Baz’s Party, although funny (“I’m drinking as fast as I can / While we all sing Telegram Sam / And now the boys are dancing to / The silly dance / That skinheads do”), is a touch silly and slight, and probably doesn’t help assuage the initial impression that this is going to be just another “novelty” album. Neverthelss, and although it may appear earlier in the track listing than it’s chronologically supposed to – the version of John that it features surely comes from around track four or five – what it does achieve is establishing the style and tone of the character (even though arguably, on the re-release, Going Steady has already done this better). It also has a truly killer final line:

There’s a boy puking up in the lavatory
His name’s Baz –
It’s his party…

It’s from the next track, however, that our chronological narrative begins, and the concept album starts to take shape. I Know I’ll Never is a minute-and-a-half long call to arms sung by a younger John, as he declares in the brilliant opening lines:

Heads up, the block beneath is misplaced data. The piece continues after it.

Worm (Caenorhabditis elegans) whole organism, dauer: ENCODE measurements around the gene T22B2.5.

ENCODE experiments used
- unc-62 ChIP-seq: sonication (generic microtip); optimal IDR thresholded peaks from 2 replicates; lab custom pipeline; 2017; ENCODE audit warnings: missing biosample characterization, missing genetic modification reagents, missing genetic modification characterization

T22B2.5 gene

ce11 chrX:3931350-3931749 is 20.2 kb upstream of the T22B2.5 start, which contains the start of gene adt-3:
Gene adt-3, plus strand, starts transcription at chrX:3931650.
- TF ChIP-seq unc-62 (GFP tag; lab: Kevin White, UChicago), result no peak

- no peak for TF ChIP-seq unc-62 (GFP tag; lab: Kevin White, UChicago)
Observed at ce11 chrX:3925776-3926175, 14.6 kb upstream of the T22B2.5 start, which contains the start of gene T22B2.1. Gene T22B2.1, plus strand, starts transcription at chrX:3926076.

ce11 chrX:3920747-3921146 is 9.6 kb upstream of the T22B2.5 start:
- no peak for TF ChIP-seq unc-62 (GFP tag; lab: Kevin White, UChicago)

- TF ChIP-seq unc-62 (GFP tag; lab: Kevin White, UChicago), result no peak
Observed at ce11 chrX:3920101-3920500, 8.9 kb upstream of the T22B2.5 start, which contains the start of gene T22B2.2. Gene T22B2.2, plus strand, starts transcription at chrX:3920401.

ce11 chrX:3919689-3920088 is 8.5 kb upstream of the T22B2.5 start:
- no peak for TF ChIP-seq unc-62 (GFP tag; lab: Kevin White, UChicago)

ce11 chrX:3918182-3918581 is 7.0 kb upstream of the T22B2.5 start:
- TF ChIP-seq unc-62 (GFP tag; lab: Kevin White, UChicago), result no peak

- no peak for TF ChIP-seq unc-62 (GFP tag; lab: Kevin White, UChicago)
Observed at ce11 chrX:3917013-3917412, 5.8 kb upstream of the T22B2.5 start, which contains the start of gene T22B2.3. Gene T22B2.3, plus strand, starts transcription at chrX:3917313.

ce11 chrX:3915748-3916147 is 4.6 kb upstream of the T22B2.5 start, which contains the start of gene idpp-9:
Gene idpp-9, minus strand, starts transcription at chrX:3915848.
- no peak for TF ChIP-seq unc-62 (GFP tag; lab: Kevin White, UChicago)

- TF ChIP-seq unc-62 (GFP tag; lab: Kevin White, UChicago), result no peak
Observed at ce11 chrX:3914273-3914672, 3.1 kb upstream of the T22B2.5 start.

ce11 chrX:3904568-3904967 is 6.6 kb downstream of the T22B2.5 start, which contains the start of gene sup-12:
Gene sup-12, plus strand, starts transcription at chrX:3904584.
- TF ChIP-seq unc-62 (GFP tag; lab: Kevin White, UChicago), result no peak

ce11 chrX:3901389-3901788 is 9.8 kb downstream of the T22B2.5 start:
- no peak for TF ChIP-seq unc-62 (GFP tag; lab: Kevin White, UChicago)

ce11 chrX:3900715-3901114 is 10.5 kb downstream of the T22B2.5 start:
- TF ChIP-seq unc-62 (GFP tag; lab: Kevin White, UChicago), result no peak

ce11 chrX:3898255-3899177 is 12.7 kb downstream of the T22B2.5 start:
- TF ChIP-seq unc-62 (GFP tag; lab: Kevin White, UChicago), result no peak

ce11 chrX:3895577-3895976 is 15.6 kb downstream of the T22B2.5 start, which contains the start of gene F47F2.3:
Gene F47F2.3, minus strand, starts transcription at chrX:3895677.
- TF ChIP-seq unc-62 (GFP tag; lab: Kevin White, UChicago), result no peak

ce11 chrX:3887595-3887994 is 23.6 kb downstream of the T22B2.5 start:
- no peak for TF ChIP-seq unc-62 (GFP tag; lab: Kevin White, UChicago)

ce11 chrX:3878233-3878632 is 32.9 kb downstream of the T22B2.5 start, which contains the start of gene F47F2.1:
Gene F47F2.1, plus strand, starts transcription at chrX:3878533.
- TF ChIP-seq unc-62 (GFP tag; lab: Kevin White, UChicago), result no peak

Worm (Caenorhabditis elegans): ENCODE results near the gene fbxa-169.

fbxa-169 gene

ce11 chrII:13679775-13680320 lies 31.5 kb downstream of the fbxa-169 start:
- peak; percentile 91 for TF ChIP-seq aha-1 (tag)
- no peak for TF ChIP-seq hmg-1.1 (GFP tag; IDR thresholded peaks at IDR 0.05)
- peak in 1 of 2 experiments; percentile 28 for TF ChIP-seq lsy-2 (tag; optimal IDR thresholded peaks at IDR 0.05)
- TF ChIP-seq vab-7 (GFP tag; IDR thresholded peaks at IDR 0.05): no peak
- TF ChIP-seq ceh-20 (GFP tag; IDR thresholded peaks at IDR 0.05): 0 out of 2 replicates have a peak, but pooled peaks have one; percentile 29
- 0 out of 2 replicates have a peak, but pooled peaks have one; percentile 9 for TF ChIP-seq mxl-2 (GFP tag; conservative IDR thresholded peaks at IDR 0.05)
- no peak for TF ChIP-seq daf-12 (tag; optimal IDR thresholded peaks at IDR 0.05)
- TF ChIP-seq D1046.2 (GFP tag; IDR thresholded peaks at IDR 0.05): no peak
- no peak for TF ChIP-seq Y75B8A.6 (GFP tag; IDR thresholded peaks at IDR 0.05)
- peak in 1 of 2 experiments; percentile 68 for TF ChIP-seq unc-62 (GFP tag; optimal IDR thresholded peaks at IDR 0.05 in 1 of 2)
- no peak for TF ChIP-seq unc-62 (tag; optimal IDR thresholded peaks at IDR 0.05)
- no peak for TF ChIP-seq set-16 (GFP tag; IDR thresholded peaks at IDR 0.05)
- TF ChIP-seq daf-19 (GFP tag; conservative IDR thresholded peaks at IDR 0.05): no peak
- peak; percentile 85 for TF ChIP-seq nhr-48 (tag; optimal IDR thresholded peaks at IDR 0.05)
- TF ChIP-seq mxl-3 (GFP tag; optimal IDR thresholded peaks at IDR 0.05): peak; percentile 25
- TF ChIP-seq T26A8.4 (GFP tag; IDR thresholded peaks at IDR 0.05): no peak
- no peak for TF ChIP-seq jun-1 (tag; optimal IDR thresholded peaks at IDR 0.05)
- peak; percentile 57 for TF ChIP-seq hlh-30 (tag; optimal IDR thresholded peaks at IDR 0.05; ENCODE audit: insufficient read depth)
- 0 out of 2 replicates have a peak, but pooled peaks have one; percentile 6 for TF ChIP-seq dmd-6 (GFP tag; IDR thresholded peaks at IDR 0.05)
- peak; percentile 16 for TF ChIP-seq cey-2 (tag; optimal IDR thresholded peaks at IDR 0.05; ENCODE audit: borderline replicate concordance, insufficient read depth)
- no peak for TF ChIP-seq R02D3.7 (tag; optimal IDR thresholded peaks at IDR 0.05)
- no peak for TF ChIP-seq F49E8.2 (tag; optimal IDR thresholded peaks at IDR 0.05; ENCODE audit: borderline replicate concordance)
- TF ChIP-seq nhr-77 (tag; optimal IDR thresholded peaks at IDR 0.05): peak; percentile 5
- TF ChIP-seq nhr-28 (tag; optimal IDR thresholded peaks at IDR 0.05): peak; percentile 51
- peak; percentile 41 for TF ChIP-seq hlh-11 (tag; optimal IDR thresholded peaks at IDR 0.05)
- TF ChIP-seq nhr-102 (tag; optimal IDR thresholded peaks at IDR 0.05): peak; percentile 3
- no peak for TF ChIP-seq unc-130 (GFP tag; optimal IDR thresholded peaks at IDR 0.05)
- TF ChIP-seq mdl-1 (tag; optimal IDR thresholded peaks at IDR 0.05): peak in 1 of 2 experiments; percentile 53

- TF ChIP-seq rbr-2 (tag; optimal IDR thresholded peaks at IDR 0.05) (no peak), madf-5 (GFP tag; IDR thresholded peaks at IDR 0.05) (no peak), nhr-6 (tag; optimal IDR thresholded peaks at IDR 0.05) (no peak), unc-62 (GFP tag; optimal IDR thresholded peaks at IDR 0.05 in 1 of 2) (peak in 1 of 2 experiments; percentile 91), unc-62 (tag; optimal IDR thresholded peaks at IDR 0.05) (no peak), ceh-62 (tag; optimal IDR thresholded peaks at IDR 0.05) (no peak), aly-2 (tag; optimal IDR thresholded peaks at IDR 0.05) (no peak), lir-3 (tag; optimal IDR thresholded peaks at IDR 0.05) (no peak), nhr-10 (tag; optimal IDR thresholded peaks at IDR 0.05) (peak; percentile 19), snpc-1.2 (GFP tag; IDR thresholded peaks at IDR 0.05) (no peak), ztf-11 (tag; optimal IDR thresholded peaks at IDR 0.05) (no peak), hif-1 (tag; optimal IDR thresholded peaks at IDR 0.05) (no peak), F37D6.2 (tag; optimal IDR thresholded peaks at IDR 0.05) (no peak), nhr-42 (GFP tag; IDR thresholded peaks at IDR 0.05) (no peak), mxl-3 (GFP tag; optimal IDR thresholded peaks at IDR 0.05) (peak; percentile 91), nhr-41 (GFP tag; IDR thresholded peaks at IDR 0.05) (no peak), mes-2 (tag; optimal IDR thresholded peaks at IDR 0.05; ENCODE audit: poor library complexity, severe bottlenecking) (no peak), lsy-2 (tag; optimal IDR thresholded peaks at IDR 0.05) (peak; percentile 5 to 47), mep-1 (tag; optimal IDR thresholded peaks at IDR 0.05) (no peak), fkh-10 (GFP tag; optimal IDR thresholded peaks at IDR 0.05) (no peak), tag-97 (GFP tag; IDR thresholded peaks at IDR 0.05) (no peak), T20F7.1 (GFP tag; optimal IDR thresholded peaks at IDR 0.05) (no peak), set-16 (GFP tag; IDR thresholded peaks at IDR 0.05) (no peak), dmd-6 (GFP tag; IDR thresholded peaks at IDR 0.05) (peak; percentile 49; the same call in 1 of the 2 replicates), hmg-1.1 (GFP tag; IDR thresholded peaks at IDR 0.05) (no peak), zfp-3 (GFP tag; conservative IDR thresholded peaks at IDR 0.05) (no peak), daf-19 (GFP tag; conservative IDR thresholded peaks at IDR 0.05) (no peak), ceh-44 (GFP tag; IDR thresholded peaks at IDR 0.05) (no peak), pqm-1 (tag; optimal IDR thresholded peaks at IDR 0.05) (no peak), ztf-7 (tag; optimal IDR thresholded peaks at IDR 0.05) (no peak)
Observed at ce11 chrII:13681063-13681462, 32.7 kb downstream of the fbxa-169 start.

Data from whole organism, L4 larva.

I am reckless and I am shoddy
I’m an adult in a child’s body
I’m twelve years old and I rule O.K.
And I know I’ll never reach pu-ber-TAY! 

Having already been introduced to “Baz” in the preceding track, he’s referenced here as John’s best friend too – “Barry is my mate and we can sup / Two bottles of cider each and still stand up” – suggesting for the first time some kind of continuity between the album’s songs. This is carried forward into the next track, something of a companion piece titled I Was A Pre-Pubescent. The first properly “narrative” song on the album, this track tells John’s life story from birth up until his early teens – the main points to take away being the early death of his father and subsequent departure of his mother, and the fact that he and his sister were consequently brought up by their gran (although this fact creates its own continuity problems, as we’ll see).

Having re-emphasised the previous track’s message of just how much John enjoyed the simplicity of pre-adolescent life, however, …Pre-Pubescent ends on an alarming note: